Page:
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Four tips for the Command key in OS X

The Command key in OS X can be used to access some hidden but useful features in the OS.

Topher Kessler MacFixIt Editor
Topher, an avid Mac user for the past 15 years, has been a contributing author to MacFixIt since the spring of 2008. One of his passions is troubleshooting Mac problems and making the best use of Macs and Apple hardware at home and in the workplace.
Topher Kessler
4 min read

One of the defining features of the Mac platform is the Command key, which originated from the Open Apple key on earlier Apple computer systems and joins the Shift, Control, Option, and Fn keys as modifier options for keyboard shortcuts in OS X.

The Command key is the primary modifier key for the Mac platform and is used to perform basic editing and application management commands such as quitting, printing, and copying and pasting, but in addition it can be used in combinations to force a hardware reset and to boot to special modes such as the OS X Lion Recovery HD partition.

While the Command key is perhaps the most used modifier keys on the system, its primary use is in combination with other keys. At its basics, you hold the command key while typing another key or combination thereof to perform a specific action, but in addition there are some convenient features in the Mac OS that only take a single addition of a Command key press in order to activate.

  1. Addition or removal of individual files from a selection.
    While you can select many files in OS X by dragging your cursor around them, or by selecting a file and then Shift-selecting another file (or even use the Shift-arrow keys to expand the selection in the direction of the arrow), often people may wish to select a number of files and then remove one or two of them from the selection. An easy way to do this is to select the entire group of files either by drag-selecting or by pressing Command-A, and then hold the Command key while clicking specific files you do not want in the selection. You can also add individual files to a current selection in this manner.
  2. Move background windows
    Many times the OS X display can get cluttered with windows if you have several projects and applications open at once, which can be cumbersome to work with. Apple has offered options like Mission Control to better manage many windows; however, often you might have a current active window open and only wish to reveal more of a window that is behind it. Your options here are to move the current window itself, though sometimes this window can be large and you might wish to keep it where it is. The second approach is to click the second window and bring it to the front so you can move it, but this will change the current window ordering and often cover up additional information and only lend to the clutter.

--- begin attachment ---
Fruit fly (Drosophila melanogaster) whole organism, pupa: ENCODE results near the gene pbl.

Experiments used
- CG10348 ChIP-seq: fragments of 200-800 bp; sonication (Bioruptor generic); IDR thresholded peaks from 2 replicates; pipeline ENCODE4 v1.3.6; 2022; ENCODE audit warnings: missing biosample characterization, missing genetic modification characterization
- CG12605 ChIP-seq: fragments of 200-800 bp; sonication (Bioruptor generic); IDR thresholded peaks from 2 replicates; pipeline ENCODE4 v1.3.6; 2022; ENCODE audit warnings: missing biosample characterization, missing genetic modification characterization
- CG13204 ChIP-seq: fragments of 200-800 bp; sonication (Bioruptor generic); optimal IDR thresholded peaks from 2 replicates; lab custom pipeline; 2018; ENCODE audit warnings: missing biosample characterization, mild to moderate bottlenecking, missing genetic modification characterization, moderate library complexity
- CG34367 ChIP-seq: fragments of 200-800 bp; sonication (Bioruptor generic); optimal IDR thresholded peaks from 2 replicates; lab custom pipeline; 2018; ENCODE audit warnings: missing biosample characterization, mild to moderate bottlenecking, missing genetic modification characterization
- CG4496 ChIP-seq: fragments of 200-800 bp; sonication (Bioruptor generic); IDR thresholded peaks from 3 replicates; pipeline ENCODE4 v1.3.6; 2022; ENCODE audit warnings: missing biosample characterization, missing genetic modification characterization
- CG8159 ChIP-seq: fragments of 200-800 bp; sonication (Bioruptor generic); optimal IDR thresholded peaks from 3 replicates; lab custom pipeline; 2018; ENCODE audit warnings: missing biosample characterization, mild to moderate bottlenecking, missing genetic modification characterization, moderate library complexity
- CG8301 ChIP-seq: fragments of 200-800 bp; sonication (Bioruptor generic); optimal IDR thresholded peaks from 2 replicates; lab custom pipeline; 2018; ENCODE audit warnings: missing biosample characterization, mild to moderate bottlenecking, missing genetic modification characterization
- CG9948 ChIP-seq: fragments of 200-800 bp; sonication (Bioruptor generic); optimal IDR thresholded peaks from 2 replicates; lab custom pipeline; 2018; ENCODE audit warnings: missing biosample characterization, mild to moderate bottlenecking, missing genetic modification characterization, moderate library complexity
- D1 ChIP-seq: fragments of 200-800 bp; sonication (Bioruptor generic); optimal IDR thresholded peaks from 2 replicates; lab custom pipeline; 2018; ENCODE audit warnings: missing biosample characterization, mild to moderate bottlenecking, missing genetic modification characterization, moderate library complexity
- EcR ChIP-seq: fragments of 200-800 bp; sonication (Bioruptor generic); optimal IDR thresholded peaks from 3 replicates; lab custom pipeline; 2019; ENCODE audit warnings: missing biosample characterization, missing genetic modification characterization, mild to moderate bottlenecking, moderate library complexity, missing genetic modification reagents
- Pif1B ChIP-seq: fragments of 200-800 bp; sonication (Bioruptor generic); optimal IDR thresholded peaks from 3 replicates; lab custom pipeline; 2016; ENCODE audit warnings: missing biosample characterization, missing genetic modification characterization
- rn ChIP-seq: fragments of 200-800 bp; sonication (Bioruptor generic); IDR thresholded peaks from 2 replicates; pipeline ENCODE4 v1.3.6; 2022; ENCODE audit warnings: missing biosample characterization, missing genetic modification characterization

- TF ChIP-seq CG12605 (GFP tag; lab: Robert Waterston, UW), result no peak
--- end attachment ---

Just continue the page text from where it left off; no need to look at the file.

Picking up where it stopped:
A final option is to use the Command key to move the window around at its current location behind others. To do this, you need to have some part of the window's tool bar or title bar showing, and then simply hold the Command key and drag the window. By doing this it will stay behind the current one and yet move around so you can position it according to your preferences. This is true for all windows, including those for programs other than the one in focus.
  3. File and folder paths
    Most windows in OS X reflect either a file or folder that is being displayed, and often you might wish to access either that file or folder, or one of its parent folders in the Finder to organize your workflow. There are several ways to do this in OS X, including right-clicking or Option-clicking the title of the desired window, but in addition you can use the Command key. Simply hold the Command key and then click the title of your window, and you should see a small menu appear that shows the path to the file or folder represented by the current window. You can then select any item in the menu to reveal it in the Finder.

    This is especially convenient for current documents you are working on, where you can access them in the Finder and then rename them, delete them, or move them to a new location.
  4. Reveal Spotlight or Dock items in the Finder
    Similar to using the folder path option for document and folder windows, you can reveal the location of items in the Dock, or those found in a Spotlight search by using the command key. For the Dock, simply hold the Command key and click any item and it will show in the Finder. For the Spotlight menu, perform a search and then either Command-click the items of interest or use the arrows to select the item and press Command-return.

Do you have any unique uses of the Command key in OS X besides shortcuts found in system and application menu? If so, let us know below in the comments.

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